As we left the Suez Canal, after our Asia and the Indian Ocean leg, of our Round-the-World Cruise (and the Transatlantic Cruise and French Polynesia and Pacific Cruise before that). We began the final stage a ten-day crossing of the Mediterranean and then on to London. We were mainly at sea but had three more ports to visit before reaching Tilbury. The days at sea were very calming after the intense activity of SE Asia. We were able to relax on enjoy cruising along the North African coast with the temperature in the high twenties as we sailed towards the Greek port of Piraeus.
Piraeus is one of the busiest ports in Europe and about six miles from Athens. We took the metro to the centre of Athens and spent most of the day looking at ruined buildings. We admired the Acropolis visited the Plaka and the ruins of the temple of Poseidon. A ten-hour visit was not nearly long enough to see the entire city and Athens has been added to our list of destinations for a further visit.
Our next port of call was the capital of Malta Valetta. The walled city and its historic battlements looked very impressive as we sailed into the Grand Harbour. The battlements reflect Malta’s history of many invasions over the centuries due to its strategic position in the Mediterranean. The most recent conflict being World War 2 when Malta was awarded the George Cross for the bravery of residents during the siege by German and Italian forces.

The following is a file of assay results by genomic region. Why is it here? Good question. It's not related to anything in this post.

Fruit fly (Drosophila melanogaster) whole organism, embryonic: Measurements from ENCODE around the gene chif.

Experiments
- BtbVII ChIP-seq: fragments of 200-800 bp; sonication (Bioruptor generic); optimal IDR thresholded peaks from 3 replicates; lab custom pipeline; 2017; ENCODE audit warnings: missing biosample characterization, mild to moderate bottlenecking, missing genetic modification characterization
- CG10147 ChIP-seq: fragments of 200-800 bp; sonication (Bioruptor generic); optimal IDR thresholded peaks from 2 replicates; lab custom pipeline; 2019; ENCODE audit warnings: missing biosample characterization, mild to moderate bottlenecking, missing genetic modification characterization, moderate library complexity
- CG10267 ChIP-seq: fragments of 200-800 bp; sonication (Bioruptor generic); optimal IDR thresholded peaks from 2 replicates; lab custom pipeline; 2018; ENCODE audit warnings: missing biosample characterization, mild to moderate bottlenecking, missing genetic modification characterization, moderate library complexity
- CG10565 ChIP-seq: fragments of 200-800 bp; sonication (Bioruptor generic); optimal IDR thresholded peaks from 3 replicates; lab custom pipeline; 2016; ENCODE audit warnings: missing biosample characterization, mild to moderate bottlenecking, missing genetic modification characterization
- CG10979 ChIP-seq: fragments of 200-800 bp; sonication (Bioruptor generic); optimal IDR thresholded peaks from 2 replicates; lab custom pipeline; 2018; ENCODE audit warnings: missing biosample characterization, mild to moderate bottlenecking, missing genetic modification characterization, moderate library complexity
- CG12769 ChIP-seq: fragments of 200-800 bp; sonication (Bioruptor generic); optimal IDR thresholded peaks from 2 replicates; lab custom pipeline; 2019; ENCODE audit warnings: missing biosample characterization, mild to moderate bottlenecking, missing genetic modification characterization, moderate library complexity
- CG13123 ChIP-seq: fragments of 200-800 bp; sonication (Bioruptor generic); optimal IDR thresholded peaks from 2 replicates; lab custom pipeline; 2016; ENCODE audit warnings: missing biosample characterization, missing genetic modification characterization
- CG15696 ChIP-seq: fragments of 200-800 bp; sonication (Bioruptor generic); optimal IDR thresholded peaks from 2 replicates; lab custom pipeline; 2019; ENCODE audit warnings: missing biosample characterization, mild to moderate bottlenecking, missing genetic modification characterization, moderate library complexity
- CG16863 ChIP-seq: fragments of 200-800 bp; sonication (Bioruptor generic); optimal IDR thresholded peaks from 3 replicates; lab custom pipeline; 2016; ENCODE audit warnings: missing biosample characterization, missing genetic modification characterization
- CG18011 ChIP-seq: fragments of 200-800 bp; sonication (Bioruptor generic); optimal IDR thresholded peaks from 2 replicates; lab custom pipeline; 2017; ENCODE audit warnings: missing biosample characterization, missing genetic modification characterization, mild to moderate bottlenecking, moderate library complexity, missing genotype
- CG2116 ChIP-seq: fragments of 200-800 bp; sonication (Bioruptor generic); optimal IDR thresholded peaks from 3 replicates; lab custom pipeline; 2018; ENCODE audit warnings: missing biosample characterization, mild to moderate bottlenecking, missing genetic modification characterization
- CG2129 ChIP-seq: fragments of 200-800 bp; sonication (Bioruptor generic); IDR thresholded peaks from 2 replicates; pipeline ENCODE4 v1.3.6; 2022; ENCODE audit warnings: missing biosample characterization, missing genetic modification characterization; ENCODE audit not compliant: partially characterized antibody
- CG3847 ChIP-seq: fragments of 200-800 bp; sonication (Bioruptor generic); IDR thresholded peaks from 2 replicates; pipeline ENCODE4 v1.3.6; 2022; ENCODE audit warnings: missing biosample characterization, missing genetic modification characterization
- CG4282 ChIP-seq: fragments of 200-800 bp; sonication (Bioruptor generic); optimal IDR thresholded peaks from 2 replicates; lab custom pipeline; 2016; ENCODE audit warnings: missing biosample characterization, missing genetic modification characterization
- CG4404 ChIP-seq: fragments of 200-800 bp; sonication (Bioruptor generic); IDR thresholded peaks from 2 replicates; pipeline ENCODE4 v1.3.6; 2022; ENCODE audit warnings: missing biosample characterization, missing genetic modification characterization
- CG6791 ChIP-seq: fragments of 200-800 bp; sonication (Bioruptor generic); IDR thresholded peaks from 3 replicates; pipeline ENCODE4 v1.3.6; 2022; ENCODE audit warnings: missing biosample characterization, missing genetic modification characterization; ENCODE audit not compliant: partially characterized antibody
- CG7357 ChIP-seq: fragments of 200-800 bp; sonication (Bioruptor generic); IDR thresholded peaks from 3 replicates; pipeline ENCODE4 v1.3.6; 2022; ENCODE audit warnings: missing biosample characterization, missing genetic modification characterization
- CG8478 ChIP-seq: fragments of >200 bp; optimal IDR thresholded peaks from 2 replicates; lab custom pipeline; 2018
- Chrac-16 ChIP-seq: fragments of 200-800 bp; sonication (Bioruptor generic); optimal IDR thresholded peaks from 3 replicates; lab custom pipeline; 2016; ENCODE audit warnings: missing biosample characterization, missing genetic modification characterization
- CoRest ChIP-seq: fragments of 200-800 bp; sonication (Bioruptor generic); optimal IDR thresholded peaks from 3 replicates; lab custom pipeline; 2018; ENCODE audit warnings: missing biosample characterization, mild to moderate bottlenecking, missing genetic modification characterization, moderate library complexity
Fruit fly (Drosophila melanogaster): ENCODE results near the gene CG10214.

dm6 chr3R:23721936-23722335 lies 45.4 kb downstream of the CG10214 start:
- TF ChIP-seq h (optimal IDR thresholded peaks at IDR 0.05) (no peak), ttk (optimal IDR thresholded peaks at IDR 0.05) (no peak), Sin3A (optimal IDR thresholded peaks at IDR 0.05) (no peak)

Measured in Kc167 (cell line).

There was much evidence in Valetta of its British past and there were many Churches illustrating its long Christian heritage including St Paul The Shipwreck commemoration Paul being shipwrecked in Malta in AD 60 and St Johns Co-Cathedral including Caravaggio’s masterpiece “Beheading of St John”. We also took a hop-on-hop-off bus and visited Malta’s old capital Mdina a wonderful example of a medieval city.
Our final port of call was Gibraltar. A place we had visited on a number of occasions previously. It is famous for its Barbary apes and became a British territory in 1713 under the treaty of Utrecht. It is suggested that if the apes leave Gibraltar the rock will cease to be British. They seemed perfectly content however and show no signs of leaving.
Gibraltar gave us an opportunity to get acclimatised to returning home and for the first time in four months, we were able to use sterling and buy delicious meat pies in Morrisons.
The voyage from Gibraltar to Tilbury was pleasantly sunny and uneventful apart from the sighting of a pod of dolphins. We arrived in Tilbury at 7 o’clock on Sunday morning could not get a taxi another couple gave us a lift to the local train station, got the tube to Barking and then a taxi to Euston, train to Holyhead, ferry to Dublin met by our awesome son and home in Bangor by 8 o’clock. It was a hectic day getting connections, particularly with two broken suitcases, but we made it and can now reflect on a memorable 120 days around the world. Reflections to come.